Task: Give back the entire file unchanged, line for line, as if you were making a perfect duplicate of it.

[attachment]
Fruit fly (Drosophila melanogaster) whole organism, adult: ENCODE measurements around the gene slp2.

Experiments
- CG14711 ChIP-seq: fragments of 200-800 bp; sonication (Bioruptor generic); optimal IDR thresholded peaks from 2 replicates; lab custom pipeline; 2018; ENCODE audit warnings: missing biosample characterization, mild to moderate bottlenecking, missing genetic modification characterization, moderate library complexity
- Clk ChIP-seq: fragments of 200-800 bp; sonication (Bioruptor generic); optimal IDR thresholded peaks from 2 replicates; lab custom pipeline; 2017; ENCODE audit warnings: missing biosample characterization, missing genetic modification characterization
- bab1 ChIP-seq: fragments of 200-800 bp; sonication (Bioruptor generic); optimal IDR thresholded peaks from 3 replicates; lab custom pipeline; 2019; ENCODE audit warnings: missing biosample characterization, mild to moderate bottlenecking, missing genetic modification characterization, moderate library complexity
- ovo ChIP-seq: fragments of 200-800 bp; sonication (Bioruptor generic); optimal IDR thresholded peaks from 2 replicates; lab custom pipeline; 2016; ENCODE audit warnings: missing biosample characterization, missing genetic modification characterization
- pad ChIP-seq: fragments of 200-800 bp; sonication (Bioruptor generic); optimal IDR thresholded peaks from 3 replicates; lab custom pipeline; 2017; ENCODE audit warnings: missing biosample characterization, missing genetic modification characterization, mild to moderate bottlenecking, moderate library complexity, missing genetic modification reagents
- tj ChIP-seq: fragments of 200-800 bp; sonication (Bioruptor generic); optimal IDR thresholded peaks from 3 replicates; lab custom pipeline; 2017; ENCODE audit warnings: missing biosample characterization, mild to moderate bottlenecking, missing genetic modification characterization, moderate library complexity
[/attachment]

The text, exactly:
Fruit fly (Drosophila melanogaster) whole organism, adult: ENCODE measurements around the gene slp2.

Experiments
- CG14711 ChIP-seq: fragments of 200-800 bp; sonication (Bioruptor generic); optimal IDR thresholded peaks from 2 replicates; lab custom pipeline; 2018; ENCODE audit warnings: missing biosample characterization, mild to moderate bottlenecking, missing genetic modification characterization, moderate library complexity
- Clk ChIP-seq: fragments of 200-800 bp; sonication (Bioruptor generic); optimal IDR thresholded peaks from 2 replicates; lab custom pipeline; 2017; ENCODE audit warnings: missing biosample characterization, missing genetic modification characterization
- bab1 ChIP-seq: fragments of 200-800 bp; sonication (Bioruptor generic); optimal IDR thresholded peaks from 3 replicates; lab custom pipeline; 2019; ENCODE audit warnings: missing biosample characterization, mild to moderate bottlenecking, missing genetic modification characterization, moderate library complexity
- ovo ChIP-seq: fragments of 200-800 bp; sonication (Bioruptor generic); optimal IDR thresholded peaks from 2 replicates; lab custom pipeline; 2016; ENCODE audit warnings: missing biosample characterization, missing genetic modification characterization
- pad ChIP-seq: fragments of 200-800 bp; sonication (Bioruptor generic); optimal IDR thresholded peaks from 3 replicates; lab custom pipeline; 2017; ENCODE audit warnings: missing biosample characterization, missing genetic modification characterization, mild to moderate bottlenecking, moderate library complexity, missing genetic modification reagents
- tj ChIP-seq: fragments of 200-800 bp; sonication (Bioruptor generic); optimal IDR thresholded peaks from 3 replicates; lab custom pipeline; 2017; ENCODE audit warnings: missing biosample characterization, mild to moderate bottlenecking, missing genetic modification characterization, moderate library complexity